About GSBS   |  FAQ  |  Job Opportunities  |  Search UMDNJ
     




The Effects of 1, 25-dihydroxyvitamin D3 on Cell Cycle Arrest and Apoptosis as modeled in p53 wild-type Human Acute Myeloid Leukemia Cells

by
Thelma Thompson
MSc. 1993; University of London, UK.

Thesis Advisor: Dr. George P. Studzinski

Professor

Department: Pathology and Laboratory Medicine

MSB C-555

Thursday, April 29, 2010
2:00 p.m.


Abstract

It is known that the interaction of the vitamin D metabolite (1,25D) with its functional vitamin D receptor (VDR) leads to differentiation, G1 arrest, and increased cell survival in p53-null acute myeloid leukemia (AML) cells. However, there are no reports on the effect of 1,25D in leukemia cells expressing wild-type p53. Here, we examined vitamin D signaling in AML cells, MOLM-13 and OCI-AML3 expressing wild-type p53. We also investigated if the G1 cell cycle block associated with monocytic differentiation is modulated by the p53 status of the cells treated with 1,25D, alone or with plant antioxidants carnosic acid (C) or silibinin (S), and a p38 MAPK inhibitor SB202190 (SB), a combination (D-C/S-SB) previously shown to enhance differentiation of AML p53null cells. D-C/S-SB enhanced differentiation of OCI-AML3 (p53wt) and as expected HL60 (p53null) cells, but not of MOLM-13 cells. Conversely, MOLM-13 cells treated with 1,25D and/or D-C/S-SB, resembled HL60 cells in rapid G1 block, while OCI-AML3 cells showed a delayed G1 block when treated in a similar way, indicating that there is no relationship between the p53 status and G1 block. Interestingly, the increased levels of p21Cip1/Waf1 were insufficient to promote a G1 block in this system, as only cell lines with increased levels of p27Kip1 and p35Nck5a, an activator of Cdk5, showed a rapid G1 block. Overall, our data show that the p53-p21 axis is unlikely to have a role in differentiation-associated G1 block in AML cells with wild-type p53.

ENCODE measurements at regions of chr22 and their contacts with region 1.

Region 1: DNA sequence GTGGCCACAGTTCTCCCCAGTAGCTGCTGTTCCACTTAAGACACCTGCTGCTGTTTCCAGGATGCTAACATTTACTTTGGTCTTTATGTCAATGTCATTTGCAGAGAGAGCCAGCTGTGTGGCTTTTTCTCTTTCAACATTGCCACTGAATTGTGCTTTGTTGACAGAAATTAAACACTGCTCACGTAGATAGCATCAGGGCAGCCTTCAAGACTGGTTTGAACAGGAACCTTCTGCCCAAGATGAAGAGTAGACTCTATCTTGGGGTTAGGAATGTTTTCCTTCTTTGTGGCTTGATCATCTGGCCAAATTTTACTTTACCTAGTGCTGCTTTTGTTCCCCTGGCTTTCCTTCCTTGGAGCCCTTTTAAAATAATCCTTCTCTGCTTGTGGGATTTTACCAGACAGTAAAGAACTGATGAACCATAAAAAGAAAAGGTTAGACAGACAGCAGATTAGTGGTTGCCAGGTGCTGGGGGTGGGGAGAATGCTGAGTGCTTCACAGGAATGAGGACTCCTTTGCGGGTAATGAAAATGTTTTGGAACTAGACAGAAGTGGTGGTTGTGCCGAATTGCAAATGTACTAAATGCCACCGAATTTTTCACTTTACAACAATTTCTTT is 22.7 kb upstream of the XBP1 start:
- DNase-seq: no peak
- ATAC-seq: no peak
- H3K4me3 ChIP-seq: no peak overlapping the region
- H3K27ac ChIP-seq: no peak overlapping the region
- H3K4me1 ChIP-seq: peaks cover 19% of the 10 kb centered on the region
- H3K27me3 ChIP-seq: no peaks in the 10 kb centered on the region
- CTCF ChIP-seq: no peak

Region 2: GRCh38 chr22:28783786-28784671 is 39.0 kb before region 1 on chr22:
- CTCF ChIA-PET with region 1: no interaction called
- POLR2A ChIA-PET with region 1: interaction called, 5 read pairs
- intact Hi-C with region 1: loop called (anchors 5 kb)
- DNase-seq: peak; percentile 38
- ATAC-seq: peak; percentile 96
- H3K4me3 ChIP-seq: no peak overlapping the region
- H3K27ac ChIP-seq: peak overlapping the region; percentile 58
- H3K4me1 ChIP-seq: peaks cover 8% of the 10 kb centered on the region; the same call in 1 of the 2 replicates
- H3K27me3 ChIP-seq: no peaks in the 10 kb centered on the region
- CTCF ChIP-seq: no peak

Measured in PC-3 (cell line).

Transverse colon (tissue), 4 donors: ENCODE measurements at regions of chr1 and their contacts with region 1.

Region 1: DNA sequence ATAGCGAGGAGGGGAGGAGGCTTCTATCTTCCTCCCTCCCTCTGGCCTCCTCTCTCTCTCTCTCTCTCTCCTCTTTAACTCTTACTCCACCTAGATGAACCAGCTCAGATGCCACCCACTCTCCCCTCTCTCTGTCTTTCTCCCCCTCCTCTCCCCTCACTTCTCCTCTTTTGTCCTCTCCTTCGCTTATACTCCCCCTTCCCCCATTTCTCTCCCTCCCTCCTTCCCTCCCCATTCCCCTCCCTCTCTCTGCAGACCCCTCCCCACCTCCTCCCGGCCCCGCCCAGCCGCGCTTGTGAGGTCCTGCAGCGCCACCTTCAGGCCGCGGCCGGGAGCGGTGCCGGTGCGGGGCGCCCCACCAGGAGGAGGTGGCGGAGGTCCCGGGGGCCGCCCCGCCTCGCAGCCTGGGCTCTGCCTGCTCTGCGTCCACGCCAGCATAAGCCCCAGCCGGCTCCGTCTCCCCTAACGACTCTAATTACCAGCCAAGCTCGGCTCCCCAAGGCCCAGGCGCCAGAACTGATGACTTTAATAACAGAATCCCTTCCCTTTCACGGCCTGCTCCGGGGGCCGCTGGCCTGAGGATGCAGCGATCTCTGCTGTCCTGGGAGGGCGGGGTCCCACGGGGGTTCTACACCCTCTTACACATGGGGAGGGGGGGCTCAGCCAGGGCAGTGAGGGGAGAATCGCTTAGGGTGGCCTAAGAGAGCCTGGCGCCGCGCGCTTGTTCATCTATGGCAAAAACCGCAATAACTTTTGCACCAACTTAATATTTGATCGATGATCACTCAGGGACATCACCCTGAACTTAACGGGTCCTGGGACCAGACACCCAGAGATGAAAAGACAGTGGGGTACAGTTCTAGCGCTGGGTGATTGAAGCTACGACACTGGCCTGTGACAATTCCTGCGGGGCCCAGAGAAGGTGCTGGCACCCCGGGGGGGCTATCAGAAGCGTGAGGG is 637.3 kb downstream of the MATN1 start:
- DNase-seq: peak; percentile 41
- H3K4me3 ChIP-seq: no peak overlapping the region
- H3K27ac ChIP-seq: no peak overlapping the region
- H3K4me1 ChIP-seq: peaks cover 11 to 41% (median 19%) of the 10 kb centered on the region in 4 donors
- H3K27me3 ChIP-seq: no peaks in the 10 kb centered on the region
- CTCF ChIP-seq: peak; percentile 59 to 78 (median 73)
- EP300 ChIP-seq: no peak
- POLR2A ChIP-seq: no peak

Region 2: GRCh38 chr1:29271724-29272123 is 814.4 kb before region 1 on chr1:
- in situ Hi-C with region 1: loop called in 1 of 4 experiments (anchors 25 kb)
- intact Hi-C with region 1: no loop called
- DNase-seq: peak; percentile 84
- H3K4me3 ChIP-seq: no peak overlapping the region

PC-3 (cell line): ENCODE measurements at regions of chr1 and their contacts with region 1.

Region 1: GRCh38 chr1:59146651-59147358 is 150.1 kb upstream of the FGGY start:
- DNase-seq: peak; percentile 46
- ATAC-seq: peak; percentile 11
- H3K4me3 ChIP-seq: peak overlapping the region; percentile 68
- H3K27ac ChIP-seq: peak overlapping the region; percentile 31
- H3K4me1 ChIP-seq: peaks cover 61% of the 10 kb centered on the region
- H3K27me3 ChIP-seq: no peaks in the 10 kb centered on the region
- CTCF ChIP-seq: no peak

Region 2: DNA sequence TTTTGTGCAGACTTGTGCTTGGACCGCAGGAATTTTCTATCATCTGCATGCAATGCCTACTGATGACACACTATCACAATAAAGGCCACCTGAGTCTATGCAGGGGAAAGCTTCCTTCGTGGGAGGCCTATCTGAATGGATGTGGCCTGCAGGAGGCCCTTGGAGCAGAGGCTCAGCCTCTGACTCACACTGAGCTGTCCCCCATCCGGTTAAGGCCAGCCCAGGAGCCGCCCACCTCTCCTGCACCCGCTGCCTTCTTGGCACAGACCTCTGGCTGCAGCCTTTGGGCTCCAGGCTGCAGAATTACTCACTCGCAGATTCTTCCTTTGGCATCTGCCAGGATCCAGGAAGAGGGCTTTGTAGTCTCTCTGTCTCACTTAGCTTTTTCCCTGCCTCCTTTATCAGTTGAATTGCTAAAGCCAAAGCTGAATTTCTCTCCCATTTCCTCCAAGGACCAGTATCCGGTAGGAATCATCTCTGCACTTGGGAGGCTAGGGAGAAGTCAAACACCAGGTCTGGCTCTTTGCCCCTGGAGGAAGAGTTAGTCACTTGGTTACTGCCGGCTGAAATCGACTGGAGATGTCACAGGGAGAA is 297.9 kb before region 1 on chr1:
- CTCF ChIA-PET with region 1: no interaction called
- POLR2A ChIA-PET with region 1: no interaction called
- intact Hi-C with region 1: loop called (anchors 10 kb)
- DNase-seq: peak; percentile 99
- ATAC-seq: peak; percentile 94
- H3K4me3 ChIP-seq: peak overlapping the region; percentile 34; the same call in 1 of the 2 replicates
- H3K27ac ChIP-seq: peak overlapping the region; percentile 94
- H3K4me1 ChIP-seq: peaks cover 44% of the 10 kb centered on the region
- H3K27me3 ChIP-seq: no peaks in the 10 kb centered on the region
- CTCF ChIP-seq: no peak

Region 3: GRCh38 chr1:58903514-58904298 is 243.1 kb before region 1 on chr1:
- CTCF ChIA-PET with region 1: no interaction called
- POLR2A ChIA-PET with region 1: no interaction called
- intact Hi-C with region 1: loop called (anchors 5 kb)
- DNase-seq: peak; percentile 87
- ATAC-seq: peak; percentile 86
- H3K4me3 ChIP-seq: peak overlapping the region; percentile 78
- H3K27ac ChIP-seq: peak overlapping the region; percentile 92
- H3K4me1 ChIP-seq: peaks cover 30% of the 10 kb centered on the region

The tumor suppressor p53 is often referred to as “the guardian of the genome” due to its central role in the cellular response to oncogenic stress and prevention of tumor development. Mutations of p53 in acute myeloid leukemia are rare but resistance to chemotherapy has been reported due to deregulation of the p53 signaling and differentiation pathways. Therefore, we also examined vitamin D signaling of cell survival in MOLM-13 and OCI-AML3 in the presence and absence of the MDM2 antagonist nutlin-3a. Combination of nutlin-3a with 1,25D accelerated programmed cell death, likely due to enhanced nutlin-induced upregulation of the pro-apoptotic PIG-6 protein and downregulation of anti-apoptotic BCL-2, MDMX, human kinase suppressor of Ras 2 (hKSR2) and p-ERK2. Our study suggests that vitamin D may enhance the activity of a novel class of antitumor agents, the MDM2 antagonists.


Return to Dissertation list

 

Newark Campus - Piscataway Campus - Stratford Campus
About GSBS - FAQ - Job Opportunities - Search UMDNJ